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by Mlilo Mpondo / 11.03.2013

In a second year political science class I vaguely remember a lecture on the “reclaiming of public space”. This notion of reclamation was centred on a people’s migration towards the city centre, most of whom, thanks to apartheid, had been excluded from it. This narrative beautifully illustrates the rush of the disenfranchised from the squalor of their peripheral realities, driven by their quest for the Holy Grail of self-actualization, the ANC’s now glib “better life”. Bearing no resemblance to the two-bed-roomed zinc constructions in which they were reared, no stench of over-flowing drain pipes. In the city, the sun seems to illuminate a different shade of orange when it sets, painting all the buildings in nuances of gold.

It’s Friday night and I find myself on the top floor of an abandoned building last Friday night. The roof top of the poignantly named King Kong, watching the surrounding buildings watch us. On nights like these there is a quiet nod of acknowledgement between the city and its travellers, its lights flirt with us, inviting us to become a part of it. Ten Cities is a project that aims to discover the culture of a city, by looking and listening to their nightclubs. Over a half smoked cigarette and a diluted half glass of cheap whisky, Johannes narrates the conception of Ten Cities. He is the director of the Goethe Institute’s Nairobi branch and one of the main protagonists behind the Ten Cities.

With his world-diluted German accent he explains that the idea was quite grandiose and bigger than what one would expect from a project based on DJs and clubs; at it’s essence 10 Cities is an attempt to tackle and remould academic theories around public space. A discourse that defines itself as “self emancipation of people from domination”, if you will. A debate he emphatically contends was largely controlled by old white male academic rhetoric. The point being that the people who actually occupy and use these spaces were excluded from the conversation while a bourgeois albeit educated elite dictated what the relevant points of discussion were to be. And most importantly, these “old white farts” thought that their theories on public spheres were universal.

This Space is the Place

Enter the Goethe Institute and Ten Cities, a contestation of elitist academic theories, and a sub-cultural exploration of cities as diverse as Luanda, Kiev and Johannesburg, all prised open through the crowbar of late night club culture. The enigma of club culture is the metamorphosis which takes place in these spaces. There’s a reason why everyone from Fiddy to Kanye to Jozi and AKA sing about “the club”. Clubs are a semi-autonomous space where the more shrouded desires can be explored. In the dark where the only certainty is that you are alive, time and sense have no obligations to the rules of gravity and the only gospel which holds true is that which is present in the now. Body movements become a source of dialogue; senses are heightened, the constructs of social identity dissolve. In this permissive state, the barriers between society’s strict social strata are semi-suspended, so long as you can make it past the bouncer and his velvet rope, affording people a certain kind of liberation.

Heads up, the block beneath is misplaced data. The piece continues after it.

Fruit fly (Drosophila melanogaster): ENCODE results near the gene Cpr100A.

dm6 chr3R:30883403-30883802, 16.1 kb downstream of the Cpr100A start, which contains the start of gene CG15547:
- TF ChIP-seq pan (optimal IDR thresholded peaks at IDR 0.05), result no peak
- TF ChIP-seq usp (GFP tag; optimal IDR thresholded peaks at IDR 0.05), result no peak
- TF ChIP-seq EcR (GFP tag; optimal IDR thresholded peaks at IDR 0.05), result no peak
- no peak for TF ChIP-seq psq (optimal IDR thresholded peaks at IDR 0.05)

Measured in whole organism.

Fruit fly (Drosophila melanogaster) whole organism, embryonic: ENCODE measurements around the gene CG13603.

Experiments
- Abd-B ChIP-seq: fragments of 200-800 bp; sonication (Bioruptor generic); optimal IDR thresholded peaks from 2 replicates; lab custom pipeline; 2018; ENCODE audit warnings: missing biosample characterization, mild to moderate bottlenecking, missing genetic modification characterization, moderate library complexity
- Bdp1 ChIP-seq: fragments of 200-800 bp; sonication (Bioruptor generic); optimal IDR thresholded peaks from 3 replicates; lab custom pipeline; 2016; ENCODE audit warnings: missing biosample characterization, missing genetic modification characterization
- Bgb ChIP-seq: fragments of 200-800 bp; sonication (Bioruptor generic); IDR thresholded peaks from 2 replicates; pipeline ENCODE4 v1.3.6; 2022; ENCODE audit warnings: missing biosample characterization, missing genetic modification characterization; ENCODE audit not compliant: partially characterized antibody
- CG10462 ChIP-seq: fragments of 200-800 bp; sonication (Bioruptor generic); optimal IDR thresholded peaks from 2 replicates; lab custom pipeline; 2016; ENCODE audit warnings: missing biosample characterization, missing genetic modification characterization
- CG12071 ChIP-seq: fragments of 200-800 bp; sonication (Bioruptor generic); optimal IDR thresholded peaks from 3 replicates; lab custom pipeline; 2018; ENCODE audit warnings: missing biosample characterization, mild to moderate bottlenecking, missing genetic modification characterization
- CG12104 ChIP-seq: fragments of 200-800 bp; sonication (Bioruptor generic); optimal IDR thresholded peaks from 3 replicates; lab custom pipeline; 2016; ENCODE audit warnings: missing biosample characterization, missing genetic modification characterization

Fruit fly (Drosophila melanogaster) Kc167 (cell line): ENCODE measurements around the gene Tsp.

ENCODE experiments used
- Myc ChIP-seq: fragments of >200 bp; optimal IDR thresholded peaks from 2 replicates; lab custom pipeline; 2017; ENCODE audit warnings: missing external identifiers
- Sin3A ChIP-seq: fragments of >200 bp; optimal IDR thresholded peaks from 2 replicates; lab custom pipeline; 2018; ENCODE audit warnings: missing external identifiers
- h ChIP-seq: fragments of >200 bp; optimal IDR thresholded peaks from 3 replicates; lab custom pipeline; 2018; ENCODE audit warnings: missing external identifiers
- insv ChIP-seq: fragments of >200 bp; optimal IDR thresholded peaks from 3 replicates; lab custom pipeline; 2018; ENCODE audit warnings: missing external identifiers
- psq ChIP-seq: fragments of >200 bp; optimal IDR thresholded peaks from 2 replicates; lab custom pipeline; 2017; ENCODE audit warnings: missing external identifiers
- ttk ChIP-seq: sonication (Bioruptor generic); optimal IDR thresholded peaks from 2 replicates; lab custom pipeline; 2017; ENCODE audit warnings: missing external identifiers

The selection of each city for this project is largely based on the characteristics of its urbanization. If you look at it more closely, cities are massive conduits for social and financial upliftment. Escaping poverty allows people the possibility to self-actualize. And when people actively reclaim spaces from which they were previously excluded, political discourse becomes re-constructed. In much the same way, the public sphere is remodelled in a club, and the audience dictates as a collective.

The cities which form a part of the project each have an acute and distinct club culture of their own. This has a hand in engaging the cultural progression of each city as experienced through its night life. One need only take a look back at the history of South African music to perceive the translation of our politics on dancefloors and in our music. Politics has been making the jump from parliament and newspapers and into dancehalls and shebeens, to be lauded or critiqued, since the first wave of urbanisation as part of the gold rush that founded Johannesburg. More than music it became a way of life, a cultural revolution in speech, style and dance. Dance, music and politics have always shared the same bed. Dance frequently challenges conventions just as music redefines and shapes political and social views.


The mixture of Kiev DJ’s Vakula and the Dubmasta, Mzansi’s Dirty Paraffin and Kenyan hip hop and Marabi instrumentalists, is the theatre of fluidity at its best. Ten Cities is a hive of cross continental and cross cultural influences and ideas. It mirrors the indulgence and the freedoms of club life; where (on good nights) race, sexual orientation, ego, wealth and the other constructs that tend to define us, are dissolved to form a momentary, single movement.

Clubs, music, dancing and DJ’s have a unique ability to narrate our desires and passions. The dancefloor becomes the canvas. In African cultures dance has always been a medium for conversation and enlightenment, a way of communing with that which is intangible and perhaps forbidden, but always felt. Dancefloors are gateways for trance like spiritual sorcery, for escapism, tied together by those exquisite moments of unity and the single purpose of getting down to this tune, now. The club is the place for those suspended mid-air waiting for the night to come so that they can finally come to life.

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*All images © Masimba Sasa and Kamohelo Khoaripe.

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